Personalia | GFZ Discovery Fellowship enters second round

Dr. Joanne Heslop (photo: privat).
Dr.-Ing. Egbert Jolie (photo: privat).

Joanne Heslop  and Egbert Jolie  are the new fellows funded by the GFZ Discovery Fund (former Topic Innovation Fund TIF). The fellowships of this second round will run for a maximum duration of three years. Successful candidates are expected to perform innovative projects and to identify future fields of research within the GFZ research units.

The research topic can be freely chosen but must be assigned to one of the GFZ’s research units of the fourth funding period of the program-oriented funding of the Helmholtz Association POF IV, have an interdisciplinary approach, and be realized in close cooperation with at least two GFZ sections. The positions are expected to improve cooperation between the single research units.

Joanne Heslop comes from Queen’s University, Kingston, Canada, and has started her postdoc fellowship in October. Egbert Jolie joins GFZ from Iceland GeoSurvey ÍSOR, in Reykjavík, Iceland, and will start in January 2020.

Joanne Henslop’s project is titled “MicroModel: Microscale controls to model microbial greenhouse gas production”. She studied geochemical and microbial controls on methane production in an Arctic thaw lake environment during her PhD at University of Alaska, Fairbanks. Following graduation, she continued to examine organic matter processing and greenhouse gas production in the Canadian High Arctic. The aim of her GFZ Discovery Fellowship project is to incorporate high resolution microbial and organic matter data into geochemical rate models to predict greenhouse gas production potentials. She will be working in GFZ Section Geomicrobiology, and closely collaborate with GFZ Section Organic Geochemistry.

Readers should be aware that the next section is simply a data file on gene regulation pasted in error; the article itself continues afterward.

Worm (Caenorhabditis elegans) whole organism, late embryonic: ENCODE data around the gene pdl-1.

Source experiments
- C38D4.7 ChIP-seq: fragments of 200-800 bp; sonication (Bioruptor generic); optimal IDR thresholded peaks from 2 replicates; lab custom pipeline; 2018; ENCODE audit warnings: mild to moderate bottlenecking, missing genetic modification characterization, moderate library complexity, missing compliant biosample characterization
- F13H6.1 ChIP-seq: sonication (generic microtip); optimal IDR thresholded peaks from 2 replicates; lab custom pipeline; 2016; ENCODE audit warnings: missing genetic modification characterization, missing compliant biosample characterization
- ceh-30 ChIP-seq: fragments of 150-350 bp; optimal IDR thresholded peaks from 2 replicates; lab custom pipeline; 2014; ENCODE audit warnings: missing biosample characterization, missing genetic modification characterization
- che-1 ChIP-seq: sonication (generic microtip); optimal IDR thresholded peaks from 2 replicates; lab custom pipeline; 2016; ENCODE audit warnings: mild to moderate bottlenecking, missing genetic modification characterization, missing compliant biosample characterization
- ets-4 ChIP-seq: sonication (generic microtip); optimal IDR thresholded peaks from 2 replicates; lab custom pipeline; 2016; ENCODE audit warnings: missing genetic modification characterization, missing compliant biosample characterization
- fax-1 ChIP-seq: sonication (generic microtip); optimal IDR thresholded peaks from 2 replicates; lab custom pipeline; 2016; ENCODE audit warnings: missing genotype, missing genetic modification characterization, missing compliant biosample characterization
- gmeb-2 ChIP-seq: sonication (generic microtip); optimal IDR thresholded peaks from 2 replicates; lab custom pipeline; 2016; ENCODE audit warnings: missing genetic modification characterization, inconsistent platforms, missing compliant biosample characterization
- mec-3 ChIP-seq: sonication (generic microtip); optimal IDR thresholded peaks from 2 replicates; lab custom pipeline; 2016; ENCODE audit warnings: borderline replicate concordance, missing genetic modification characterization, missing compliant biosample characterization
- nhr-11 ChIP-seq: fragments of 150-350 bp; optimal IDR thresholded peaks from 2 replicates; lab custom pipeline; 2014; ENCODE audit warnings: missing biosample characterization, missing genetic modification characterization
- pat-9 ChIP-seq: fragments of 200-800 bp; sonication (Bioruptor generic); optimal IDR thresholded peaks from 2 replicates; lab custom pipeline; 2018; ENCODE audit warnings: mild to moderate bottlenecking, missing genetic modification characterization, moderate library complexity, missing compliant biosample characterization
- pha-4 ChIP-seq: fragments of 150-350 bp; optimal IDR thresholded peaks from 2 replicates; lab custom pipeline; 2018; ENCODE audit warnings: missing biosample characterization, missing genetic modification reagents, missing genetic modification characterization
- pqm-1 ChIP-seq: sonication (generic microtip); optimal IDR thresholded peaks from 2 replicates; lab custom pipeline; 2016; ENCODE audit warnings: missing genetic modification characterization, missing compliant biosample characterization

Egbert Jolie will start a project called “Transport of Magmatic Gases and Implication for Georesources and Geohazards”. After graduating from TU Freiberg he became the scientific coordinator of geothermal exploration projects in the East African Rift in Rwanda, Tanzania, at Geozentrum Hannover. During his PhD at TU Berlin an GFZ he developed methods for an improved characterization of fault zones in the Basin-and-Range Province, USA, by the analysis of volcanic gas emissions. This work formed the basis for further research projects in New Zealand, Ethiopia, Mexico, and Iceland, being scientifically coordinated by Egbert. The goal of Egbert’s GFZ Discovery Fellowship project is the development of novel approaches for a systematic detection of magmatic volatiles like CO2 and their integration into observatory systems. (jz)